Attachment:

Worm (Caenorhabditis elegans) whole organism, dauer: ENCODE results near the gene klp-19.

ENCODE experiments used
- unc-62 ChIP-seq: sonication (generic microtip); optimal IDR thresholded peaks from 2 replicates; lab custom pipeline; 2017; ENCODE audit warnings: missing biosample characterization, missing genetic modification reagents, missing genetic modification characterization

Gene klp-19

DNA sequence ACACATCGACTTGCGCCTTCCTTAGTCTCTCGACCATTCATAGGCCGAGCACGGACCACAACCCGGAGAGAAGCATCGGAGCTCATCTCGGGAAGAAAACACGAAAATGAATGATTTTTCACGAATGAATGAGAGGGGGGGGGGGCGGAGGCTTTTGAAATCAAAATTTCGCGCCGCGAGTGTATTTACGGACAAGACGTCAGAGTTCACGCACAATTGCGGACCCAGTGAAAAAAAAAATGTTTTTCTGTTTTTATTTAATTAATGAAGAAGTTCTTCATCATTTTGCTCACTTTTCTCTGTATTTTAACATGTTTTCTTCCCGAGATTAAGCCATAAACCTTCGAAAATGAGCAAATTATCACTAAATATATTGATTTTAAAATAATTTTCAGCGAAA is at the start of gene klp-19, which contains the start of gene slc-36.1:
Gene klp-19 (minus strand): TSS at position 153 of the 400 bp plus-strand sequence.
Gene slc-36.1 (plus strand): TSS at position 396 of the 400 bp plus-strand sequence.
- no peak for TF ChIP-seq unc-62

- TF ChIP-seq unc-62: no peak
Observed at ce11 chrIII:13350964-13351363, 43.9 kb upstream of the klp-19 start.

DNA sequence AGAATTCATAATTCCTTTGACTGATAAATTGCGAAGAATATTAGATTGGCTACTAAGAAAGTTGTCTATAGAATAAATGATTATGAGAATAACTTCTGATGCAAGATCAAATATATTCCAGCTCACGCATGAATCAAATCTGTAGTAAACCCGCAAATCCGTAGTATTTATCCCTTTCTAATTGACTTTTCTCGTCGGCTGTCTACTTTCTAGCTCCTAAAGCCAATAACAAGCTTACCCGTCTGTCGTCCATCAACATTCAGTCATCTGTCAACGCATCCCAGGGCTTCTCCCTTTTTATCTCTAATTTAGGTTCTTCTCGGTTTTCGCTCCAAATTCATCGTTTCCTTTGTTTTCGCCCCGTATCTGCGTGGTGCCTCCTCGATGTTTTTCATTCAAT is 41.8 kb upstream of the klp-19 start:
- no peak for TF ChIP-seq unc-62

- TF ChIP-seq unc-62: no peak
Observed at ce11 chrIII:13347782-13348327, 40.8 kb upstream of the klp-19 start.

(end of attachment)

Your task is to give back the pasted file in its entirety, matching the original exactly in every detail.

Worm (Caenorhabditis elegans) whole organism, dauer: ENCODE results near the gene klp-19.

ENCODE experiments used
- unc-62 ChIP-seq: sonication (generic microtip); optimal IDR thresholded peaks from 2 replicates; lab custom pipeline; 2017; ENCODE audit warnings: missing biosample characterization, missing genetic modification reagents, missing genetic modification characterization

Gene klp-19

DNA sequence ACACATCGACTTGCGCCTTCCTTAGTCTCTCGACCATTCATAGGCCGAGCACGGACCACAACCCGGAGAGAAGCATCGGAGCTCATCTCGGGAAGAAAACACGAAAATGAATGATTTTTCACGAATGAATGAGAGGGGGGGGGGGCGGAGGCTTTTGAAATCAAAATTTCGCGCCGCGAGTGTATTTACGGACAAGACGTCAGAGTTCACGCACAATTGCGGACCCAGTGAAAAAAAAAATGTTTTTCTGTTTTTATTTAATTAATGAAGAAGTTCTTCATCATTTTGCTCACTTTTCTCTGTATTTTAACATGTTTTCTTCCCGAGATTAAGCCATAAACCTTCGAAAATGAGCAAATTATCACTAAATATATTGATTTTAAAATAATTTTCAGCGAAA is at the start of gene klp-19, which contains the start of gene slc-36.1:
Gene klp-19 (minus strand): TSS at position 153 of the 400 bp plus-strand sequence.
Gene slc-36.1 (plus strand): TSS at position 396 of the 400 bp plus-strand sequence.
- no peak for TF ChIP-seq unc-62

- TF ChIP-seq unc-62: no peak
Observed at ce11 chrIII:13350964-13351363, 43.9 kb upstream of the klp-19 start.

DNA sequence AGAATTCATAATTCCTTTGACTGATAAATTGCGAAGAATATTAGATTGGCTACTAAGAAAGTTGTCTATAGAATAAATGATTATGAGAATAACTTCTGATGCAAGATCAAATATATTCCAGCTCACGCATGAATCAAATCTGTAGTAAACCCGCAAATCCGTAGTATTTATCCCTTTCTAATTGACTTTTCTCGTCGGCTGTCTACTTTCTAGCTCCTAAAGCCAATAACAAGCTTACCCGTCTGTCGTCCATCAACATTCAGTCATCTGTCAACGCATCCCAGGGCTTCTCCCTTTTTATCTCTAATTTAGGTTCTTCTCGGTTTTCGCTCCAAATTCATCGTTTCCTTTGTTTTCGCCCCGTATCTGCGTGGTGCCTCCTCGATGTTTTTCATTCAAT is 41.8 kb upstream of the klp-19 start:
- no peak for TF ChIP-seq unc-62

- TF ChIP-seq unc-62: no peak
Observed at ce11 chrIII:13347782-13348327, 40.8 kb upstream of the klp-19 start.